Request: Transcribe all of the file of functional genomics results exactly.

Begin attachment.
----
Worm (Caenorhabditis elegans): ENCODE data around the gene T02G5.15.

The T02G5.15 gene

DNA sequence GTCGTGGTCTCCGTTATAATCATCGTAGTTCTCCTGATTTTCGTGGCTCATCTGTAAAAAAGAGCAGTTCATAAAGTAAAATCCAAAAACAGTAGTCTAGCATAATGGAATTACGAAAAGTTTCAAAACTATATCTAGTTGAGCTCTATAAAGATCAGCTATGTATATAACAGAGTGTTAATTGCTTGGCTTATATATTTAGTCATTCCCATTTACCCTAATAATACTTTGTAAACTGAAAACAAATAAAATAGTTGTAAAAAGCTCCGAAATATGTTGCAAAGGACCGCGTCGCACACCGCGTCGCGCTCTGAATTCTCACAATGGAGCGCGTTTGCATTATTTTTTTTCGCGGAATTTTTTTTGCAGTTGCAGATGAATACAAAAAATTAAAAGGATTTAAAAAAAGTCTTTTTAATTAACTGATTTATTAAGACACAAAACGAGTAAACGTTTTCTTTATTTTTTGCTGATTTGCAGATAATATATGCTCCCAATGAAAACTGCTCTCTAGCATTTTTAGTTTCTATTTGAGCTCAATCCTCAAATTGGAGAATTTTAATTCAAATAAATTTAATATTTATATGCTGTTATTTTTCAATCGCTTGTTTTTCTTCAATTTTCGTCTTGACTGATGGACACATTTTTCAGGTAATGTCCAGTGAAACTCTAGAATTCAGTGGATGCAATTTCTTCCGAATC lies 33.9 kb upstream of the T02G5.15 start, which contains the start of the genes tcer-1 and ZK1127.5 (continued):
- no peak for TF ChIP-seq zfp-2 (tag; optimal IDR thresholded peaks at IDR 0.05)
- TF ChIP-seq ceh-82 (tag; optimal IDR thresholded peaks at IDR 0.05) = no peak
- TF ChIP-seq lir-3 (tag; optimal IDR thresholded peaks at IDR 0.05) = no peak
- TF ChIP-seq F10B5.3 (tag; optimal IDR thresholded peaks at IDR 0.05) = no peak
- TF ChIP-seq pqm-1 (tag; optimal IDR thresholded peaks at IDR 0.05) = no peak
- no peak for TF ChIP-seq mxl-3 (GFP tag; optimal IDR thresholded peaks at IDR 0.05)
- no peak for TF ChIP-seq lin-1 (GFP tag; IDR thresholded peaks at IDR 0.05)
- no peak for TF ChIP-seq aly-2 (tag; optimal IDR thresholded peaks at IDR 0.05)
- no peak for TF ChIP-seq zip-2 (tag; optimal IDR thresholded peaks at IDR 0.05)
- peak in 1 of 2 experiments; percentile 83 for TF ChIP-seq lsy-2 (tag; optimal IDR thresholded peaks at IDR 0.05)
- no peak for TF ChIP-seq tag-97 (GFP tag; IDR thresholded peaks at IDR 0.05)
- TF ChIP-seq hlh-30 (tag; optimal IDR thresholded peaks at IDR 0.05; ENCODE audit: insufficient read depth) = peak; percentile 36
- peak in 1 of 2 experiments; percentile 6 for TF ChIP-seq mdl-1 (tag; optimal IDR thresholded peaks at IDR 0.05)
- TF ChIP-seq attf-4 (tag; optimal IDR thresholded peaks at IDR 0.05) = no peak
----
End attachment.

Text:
Worm (Caenorhabditis elegans): ENCODE data around the gene T02G5.15.

The T02G5.15 gene

DNA sequence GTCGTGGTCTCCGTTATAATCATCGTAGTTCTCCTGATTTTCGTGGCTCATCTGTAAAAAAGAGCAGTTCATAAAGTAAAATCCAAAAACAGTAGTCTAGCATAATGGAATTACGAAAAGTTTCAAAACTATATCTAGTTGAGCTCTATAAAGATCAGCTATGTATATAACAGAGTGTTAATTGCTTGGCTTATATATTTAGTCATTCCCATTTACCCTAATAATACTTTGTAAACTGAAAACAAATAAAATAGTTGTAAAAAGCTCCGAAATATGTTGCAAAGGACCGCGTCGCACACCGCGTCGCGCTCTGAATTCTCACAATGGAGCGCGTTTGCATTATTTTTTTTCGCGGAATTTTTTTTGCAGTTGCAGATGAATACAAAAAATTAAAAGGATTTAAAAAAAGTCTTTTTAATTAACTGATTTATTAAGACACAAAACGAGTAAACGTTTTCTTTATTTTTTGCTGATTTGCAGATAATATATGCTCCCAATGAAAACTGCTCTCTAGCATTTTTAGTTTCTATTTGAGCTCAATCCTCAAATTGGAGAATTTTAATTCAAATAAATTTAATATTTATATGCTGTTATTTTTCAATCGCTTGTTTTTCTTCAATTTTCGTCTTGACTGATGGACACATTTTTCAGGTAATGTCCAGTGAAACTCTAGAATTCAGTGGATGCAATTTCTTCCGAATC lies 33.9 kb upstream of the T02G5.15 start, which contains the start of the genes tcer-1 and ZK1127.5 (continued):
- no peak for TF ChIP-seq zfp-2 (tag; optimal IDR thresholded peaks at IDR 0.05)
- TF ChIP-seq ceh-82 (tag; optimal IDR thresholded peaks at IDR 0.05) = no peak
- TF ChIP-seq lir-3 (tag; optimal IDR thresholded peaks at IDR 0.05) = no peak
- TF ChIP-seq F10B5.3 (tag; optimal IDR thresholded peaks at IDR 0.05) = no peak
- TF ChIP-seq pqm-1 (tag; optimal IDR thresholded peaks at IDR 0.05) = no peak
- no peak for TF ChIP-seq mxl-3 (GFP tag; optimal IDR thresholded peaks at IDR 0.05)
- no peak for TF ChIP-seq lin-1 (GFP tag; IDR thresholded peaks at IDR 0.05)
- no peak for TF ChIP-seq aly-2 (tag; optimal IDR thresholded peaks at IDR 0.05)
- no peak for TF ChIP-seq zip-2 (tag; optimal IDR thresholded peaks at IDR 0.05)
- peak in 1 of 2 experiments; percentile 83 for TF ChIP-seq lsy-2 (tag; optimal IDR thresholded peaks at IDR 0.05)
- no peak for TF ChIP-seq tag-97 (GFP tag; IDR thresholded peaks at IDR 0.05)
- TF ChIP-seq hlh-30 (tag; optimal IDR thresholded peaks at IDR 0.05; ENCODE audit: insufficient read depth) = peak; percentile 36
- peak in 1 of 2 experiments; percentile 6 for TF ChIP-seq mdl-1 (tag; optimal IDR thresholded peaks at IDR 0.05)
- TF ChIP-seq attf-4 (tag; optimal IDR thresholded peaks at IDR 0.05) = no peak